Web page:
ITT lands FAA air traffic control system

ITT Corp. has landed a Federal Aviation Administration contract that could be worth more than $1 billion to build a new air traffic surveillance system, besting two major systems integrators that had also bid on the contract.

The system is the cornerstone of FAA's plan to reduce flight delays and enhance safety as the skies get more crowded.

The Automatic Dependent Surveillance-Broadcast, a key component of FAA's Next Generation Air Transportation System, replaces a radar system with a global navigation satellite system. ADS-B, which FAA has operated in Alaska and Ohio, relies on the Global Positioning System and ground systems to pinpoint aircraft locations.

"This signals a new era of air traffic control," said Bobby Sturgell, FAA's deputy administrator. "ADS-B ? and, in turn, NextGen ? will attack the delay problem head on by dramatically increasing air traffic efficiency."

The initial contract is for three years, with a value of $207 million. ITT is responsible for system integration and engineering. If the FAA exercises all of the optional extensions, ITT could operate and maintain the system through September 2025 and the contract could be worth $1.86 billion. Under FAA's plans, ITT will have the system ready for deployment by 2010 and be able to cover the country by 2013.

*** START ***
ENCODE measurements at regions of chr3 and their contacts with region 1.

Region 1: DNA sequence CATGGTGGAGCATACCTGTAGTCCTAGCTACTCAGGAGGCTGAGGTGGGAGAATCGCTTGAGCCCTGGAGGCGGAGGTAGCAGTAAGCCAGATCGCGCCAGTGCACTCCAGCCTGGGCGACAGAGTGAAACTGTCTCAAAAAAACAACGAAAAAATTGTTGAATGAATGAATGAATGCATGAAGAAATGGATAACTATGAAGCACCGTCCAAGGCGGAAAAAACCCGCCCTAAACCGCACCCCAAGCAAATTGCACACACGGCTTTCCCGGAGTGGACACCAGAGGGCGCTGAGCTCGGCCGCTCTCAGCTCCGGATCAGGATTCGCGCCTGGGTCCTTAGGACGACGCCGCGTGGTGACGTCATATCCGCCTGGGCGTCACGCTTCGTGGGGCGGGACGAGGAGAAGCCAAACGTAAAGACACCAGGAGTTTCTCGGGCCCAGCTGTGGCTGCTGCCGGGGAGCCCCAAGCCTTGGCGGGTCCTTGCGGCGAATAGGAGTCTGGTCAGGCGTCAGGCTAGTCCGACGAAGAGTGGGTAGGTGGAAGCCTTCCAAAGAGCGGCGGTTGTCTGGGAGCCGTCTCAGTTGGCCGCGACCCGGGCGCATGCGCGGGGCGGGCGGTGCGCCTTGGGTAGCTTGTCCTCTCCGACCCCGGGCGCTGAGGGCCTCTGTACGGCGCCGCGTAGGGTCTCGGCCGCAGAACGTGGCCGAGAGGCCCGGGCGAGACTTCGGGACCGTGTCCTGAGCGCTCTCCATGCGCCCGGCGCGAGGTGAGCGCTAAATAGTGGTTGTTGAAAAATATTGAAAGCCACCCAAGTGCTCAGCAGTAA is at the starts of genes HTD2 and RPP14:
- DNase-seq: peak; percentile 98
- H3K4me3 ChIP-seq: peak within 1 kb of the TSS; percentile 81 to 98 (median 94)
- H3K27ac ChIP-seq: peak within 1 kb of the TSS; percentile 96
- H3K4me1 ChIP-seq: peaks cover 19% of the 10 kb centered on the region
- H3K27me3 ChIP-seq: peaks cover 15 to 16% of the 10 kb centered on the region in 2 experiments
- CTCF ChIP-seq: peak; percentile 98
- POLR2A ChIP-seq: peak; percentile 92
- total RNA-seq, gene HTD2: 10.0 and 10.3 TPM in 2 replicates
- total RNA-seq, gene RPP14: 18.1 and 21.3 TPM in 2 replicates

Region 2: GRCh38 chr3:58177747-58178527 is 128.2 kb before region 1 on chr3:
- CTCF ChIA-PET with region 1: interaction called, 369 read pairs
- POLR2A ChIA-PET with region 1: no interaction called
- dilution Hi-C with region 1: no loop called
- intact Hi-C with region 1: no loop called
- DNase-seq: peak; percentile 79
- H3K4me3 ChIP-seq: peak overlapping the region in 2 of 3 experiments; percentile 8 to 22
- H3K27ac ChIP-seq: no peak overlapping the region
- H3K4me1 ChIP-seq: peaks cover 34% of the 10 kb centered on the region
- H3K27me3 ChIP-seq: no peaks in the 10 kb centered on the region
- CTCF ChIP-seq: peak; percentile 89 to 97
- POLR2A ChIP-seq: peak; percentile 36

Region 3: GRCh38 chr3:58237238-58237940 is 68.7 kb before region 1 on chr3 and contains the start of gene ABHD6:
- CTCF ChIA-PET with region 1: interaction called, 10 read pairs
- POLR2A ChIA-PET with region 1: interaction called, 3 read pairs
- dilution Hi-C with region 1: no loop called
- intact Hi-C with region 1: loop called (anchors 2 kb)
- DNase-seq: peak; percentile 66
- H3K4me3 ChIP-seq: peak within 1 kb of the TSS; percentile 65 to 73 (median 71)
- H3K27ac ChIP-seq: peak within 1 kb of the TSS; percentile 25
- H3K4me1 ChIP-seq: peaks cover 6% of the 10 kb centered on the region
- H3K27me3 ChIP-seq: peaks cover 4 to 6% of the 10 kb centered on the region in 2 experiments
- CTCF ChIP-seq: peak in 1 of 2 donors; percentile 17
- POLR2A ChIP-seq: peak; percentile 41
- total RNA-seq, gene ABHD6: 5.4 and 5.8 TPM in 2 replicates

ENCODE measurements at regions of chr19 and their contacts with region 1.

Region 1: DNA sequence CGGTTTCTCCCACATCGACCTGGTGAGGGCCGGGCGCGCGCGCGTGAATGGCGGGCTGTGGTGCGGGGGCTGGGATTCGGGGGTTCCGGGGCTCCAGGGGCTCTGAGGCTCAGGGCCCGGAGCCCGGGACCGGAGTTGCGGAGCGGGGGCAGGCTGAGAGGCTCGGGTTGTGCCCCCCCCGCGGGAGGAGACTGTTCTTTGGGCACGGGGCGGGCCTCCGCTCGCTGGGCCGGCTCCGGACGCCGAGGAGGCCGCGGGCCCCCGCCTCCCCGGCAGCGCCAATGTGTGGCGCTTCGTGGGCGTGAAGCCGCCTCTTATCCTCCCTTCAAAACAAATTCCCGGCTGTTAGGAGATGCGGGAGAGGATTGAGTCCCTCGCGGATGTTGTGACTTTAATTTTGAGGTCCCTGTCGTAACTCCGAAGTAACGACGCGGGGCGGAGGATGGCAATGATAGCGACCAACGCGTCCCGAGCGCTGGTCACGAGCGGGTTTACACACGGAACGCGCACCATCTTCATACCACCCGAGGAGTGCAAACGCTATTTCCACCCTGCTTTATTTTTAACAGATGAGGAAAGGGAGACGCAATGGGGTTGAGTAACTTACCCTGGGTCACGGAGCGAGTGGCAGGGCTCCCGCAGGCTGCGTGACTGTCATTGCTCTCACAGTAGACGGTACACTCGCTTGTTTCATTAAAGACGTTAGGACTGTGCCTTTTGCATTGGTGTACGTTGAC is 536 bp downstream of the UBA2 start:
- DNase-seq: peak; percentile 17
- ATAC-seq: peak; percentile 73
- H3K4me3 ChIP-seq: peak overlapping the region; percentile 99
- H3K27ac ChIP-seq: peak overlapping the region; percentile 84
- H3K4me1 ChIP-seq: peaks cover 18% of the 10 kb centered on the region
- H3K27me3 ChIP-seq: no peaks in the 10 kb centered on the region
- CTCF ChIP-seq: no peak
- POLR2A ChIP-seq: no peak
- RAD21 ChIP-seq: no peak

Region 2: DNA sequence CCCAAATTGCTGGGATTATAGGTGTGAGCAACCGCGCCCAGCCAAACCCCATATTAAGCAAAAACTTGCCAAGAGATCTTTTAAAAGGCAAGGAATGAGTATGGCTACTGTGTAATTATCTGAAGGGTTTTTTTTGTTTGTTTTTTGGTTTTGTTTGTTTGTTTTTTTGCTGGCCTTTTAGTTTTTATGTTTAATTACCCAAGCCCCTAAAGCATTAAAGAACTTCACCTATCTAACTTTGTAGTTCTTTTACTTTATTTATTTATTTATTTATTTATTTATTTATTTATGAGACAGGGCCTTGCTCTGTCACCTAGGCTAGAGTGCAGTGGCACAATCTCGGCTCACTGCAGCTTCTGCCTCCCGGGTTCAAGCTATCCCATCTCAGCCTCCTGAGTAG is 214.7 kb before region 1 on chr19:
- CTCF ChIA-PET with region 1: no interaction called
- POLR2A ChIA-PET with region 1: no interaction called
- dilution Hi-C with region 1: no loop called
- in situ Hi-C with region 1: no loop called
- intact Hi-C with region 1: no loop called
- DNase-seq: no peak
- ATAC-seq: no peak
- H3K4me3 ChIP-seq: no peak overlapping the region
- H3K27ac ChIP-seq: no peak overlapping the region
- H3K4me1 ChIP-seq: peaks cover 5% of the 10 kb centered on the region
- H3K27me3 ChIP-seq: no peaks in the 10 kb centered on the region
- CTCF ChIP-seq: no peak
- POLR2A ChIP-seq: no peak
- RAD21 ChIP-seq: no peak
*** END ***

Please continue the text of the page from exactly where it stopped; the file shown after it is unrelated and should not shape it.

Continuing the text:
The FAA picked the ITT team over teams led by Lockheed Martin Corp. and Raytheon Co. ITT teammates include AT&T, Thales, WSI, Science Applications International Corp., PricewaterhouseCoopers, Aerospace Engineering, Sunhillo, Comsearch, Mission Critical Solutions, Pragmatics, Washington Consulting Group, Aviation Communication and Surveillance Systems, NCR, L-3 Avionics Systems and Sandia Aerospace.

In addition to the air traffic displays, ADS-B will give pilots graphical weather information, terrain maps and flight information. It is nearly 10 times more accurate than radar, Sturgell said.

For the first time, pilots and air traffic controllers will see the same real-time displays of air traffic, FAA said. Pilots will gain better situational awareness because they will have a more accurate picture of where they are and the aircraft in the air around them. The precise tracking by the modernized system will increase capacity because more aircraft will be able to fly closer to one another, he said.

ITT will build the ADS-B ground stations and own and operate the equipment. FAA will pay subscription charges for ADS-B broadcasts transmitted to properly equipped aircraft and air traffic control facilities.

Mary Mosquera writes for Government Computer News and Federal Computer Week, 1105 Government Information Group publications.

About the Author

Mary Mosquera is a reporter for Federal Computer Week.

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